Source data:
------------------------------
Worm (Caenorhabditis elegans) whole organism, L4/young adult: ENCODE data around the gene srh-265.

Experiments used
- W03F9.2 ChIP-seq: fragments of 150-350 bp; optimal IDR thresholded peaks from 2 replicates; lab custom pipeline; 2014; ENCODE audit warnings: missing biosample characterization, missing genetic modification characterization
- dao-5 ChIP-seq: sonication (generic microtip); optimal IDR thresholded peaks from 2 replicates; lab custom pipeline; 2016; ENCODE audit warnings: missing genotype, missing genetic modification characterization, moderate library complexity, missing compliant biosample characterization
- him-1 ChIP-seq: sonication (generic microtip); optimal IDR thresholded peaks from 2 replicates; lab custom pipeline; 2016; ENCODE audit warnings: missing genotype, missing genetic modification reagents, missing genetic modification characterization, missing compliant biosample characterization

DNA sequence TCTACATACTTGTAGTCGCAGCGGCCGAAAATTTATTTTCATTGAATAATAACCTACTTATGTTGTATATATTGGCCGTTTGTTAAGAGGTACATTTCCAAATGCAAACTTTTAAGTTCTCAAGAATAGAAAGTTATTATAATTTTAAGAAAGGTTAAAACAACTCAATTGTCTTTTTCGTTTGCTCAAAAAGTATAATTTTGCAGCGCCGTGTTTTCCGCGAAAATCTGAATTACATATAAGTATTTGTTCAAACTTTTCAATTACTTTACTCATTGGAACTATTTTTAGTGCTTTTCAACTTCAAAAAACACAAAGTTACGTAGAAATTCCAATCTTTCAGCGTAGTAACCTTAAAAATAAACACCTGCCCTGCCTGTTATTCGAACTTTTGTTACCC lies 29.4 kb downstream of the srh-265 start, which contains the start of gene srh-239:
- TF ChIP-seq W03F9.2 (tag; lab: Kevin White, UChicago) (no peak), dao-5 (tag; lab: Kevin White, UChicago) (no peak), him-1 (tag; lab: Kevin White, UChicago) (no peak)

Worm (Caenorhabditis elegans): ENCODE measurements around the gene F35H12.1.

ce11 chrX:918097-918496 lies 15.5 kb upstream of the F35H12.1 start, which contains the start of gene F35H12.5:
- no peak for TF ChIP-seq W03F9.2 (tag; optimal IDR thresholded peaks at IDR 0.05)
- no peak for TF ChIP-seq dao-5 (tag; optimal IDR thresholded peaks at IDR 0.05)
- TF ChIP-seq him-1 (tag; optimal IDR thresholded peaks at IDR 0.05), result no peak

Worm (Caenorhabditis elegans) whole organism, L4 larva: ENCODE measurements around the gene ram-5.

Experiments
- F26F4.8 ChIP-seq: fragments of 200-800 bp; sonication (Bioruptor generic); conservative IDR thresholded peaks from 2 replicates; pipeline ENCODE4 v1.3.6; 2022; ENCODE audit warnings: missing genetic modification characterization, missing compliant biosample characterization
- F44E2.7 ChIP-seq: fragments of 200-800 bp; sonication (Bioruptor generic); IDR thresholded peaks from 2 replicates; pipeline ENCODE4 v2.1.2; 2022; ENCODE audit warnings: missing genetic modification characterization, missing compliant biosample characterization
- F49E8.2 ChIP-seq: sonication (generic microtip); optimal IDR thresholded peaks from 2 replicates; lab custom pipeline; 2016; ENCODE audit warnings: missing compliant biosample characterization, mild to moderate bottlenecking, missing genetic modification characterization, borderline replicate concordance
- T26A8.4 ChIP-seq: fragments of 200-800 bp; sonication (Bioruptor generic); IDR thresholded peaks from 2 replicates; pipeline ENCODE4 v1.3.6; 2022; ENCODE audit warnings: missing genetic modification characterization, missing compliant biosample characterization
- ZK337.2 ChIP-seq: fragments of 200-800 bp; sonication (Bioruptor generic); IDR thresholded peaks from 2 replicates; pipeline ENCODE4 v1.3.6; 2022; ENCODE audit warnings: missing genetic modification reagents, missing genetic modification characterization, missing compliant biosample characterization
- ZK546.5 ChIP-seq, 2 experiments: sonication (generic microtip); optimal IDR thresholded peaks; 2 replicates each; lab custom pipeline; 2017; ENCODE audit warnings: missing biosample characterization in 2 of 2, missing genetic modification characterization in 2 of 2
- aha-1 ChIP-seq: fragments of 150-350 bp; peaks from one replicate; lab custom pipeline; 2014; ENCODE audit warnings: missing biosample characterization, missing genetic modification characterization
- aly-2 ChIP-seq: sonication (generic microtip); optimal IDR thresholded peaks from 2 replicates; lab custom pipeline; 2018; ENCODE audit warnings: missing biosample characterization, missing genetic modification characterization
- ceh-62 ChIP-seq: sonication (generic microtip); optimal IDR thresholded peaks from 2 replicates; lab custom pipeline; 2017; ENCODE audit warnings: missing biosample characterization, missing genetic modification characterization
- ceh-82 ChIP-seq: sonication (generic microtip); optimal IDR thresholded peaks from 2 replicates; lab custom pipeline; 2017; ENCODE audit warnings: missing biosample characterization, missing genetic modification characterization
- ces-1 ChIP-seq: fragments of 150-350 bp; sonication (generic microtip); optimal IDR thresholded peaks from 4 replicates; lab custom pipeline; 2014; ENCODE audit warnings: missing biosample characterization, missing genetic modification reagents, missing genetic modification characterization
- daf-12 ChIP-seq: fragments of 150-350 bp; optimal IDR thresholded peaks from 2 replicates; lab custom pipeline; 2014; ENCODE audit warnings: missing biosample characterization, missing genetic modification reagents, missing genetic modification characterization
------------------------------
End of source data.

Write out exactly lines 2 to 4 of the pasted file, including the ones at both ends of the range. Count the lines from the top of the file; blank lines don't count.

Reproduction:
Experiments used
- W03F9.2 ChIP-seq: fragments of 150-350 bp; optimal IDR thresholded peaks from 2 replicates; lab custom pipeline; 2014; ENCODE audit warnings: missing biosample characterization, missing genetic modification characterization
- dao-5 ChIP-seq: sonication (generic microtip); optimal IDR thresholded peaks from 2 replicates; lab custom pipeline; 2016; ENCODE audit warnings: missing genotype, missing genetic modification characterization, moderate library complexity, missing compliant biosample characterization